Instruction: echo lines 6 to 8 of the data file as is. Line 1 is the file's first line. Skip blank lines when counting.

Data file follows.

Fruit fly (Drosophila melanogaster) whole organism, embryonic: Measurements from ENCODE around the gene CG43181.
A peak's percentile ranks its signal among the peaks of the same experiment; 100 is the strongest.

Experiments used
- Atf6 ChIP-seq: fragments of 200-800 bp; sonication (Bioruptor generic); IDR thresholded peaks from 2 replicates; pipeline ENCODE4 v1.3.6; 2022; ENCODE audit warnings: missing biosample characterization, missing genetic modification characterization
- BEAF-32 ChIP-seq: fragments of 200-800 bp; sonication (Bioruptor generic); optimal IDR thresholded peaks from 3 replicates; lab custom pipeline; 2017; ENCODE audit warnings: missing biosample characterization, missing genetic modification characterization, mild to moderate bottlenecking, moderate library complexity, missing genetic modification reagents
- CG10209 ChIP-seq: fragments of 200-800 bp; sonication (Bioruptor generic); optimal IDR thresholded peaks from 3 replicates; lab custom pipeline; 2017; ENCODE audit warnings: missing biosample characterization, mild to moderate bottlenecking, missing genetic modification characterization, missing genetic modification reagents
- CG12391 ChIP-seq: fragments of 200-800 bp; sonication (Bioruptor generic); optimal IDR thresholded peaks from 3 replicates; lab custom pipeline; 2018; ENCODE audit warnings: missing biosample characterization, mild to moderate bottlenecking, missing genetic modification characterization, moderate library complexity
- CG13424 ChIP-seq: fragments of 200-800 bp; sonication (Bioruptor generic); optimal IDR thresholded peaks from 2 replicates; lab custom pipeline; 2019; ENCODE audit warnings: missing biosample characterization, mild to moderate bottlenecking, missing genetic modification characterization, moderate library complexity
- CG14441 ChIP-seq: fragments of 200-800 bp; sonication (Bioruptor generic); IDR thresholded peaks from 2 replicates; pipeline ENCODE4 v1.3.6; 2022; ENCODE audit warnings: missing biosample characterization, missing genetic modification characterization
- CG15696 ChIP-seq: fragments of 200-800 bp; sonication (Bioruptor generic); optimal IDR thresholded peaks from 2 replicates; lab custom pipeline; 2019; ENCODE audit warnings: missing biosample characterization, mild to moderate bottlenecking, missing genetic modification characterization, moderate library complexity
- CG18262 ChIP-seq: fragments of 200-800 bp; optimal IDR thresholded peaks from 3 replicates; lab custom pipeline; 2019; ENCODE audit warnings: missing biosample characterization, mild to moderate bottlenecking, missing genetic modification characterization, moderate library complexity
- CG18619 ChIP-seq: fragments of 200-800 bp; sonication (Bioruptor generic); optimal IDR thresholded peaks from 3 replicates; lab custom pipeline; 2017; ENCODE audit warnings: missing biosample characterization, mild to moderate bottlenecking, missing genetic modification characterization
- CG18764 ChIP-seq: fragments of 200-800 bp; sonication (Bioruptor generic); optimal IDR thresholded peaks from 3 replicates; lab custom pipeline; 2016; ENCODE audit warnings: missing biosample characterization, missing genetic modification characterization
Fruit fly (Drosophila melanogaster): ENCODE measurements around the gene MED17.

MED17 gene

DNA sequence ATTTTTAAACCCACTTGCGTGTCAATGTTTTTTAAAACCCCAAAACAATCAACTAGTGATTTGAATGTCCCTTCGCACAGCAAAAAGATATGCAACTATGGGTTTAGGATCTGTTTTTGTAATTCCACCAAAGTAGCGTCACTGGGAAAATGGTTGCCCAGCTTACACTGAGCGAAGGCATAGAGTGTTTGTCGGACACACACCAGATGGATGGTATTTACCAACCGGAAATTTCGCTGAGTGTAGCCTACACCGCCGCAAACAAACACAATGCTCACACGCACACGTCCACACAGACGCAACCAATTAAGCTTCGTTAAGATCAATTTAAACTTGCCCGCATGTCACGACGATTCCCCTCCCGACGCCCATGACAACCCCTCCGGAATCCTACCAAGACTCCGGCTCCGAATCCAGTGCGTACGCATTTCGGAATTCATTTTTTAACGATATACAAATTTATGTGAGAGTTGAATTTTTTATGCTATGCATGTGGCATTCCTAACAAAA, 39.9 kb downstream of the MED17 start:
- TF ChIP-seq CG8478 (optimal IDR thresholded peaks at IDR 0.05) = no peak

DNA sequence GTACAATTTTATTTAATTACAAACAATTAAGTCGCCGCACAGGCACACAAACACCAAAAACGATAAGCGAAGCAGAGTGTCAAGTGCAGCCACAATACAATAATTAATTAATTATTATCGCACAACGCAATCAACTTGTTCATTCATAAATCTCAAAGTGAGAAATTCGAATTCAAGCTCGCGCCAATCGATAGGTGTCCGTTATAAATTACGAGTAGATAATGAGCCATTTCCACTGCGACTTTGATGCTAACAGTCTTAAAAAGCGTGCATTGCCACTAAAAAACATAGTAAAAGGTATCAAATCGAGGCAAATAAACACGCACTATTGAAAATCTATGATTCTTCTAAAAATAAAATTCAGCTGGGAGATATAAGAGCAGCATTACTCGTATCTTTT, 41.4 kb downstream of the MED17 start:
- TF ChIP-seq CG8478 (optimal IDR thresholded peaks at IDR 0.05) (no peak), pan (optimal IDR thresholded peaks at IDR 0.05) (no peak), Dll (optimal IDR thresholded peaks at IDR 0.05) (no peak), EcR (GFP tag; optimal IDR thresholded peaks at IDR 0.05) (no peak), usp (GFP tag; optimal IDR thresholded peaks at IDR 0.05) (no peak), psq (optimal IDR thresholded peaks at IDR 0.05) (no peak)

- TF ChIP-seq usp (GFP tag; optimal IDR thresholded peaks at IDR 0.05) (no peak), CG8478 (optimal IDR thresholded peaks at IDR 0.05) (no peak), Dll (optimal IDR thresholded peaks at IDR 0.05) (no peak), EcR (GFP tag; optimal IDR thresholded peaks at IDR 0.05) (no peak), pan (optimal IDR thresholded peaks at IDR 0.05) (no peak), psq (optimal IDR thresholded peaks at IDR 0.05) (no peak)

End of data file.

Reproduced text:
- CG10209 ChIP-seq: fragments of 200-800 bp; sonication (Bioruptor generic); optimal IDR thresholded peaks from 3 replicates; lab custom pipeline; 2017; ENCODE audit warnings: missing biosample characterization, mild to moderate bottlenecking, missing genetic modification characterization, missing genetic modification reagents
- CG12391 ChIP-seq: fragments of 200-800 bp; sonication (Bioruptor generic); optimal IDR thresholded peaks from 3 replicates; lab custom pipeline; 2018; ENCODE audit warnings: missing biosample characterization, mild to moderate bottlenecking, missing genetic modification characterization, moderate library complexity
- CG13424 ChIP-seq: fragments of 200-800 bp; sonication (Bioruptor generic); optimal IDR thresholded peaks from 2 replicates; lab custom pipeline; 2019; ENCODE audit warnings: missing biosample characterization, mild to moderate bottlenecking, missing genetic modification characterization, moderate library complexity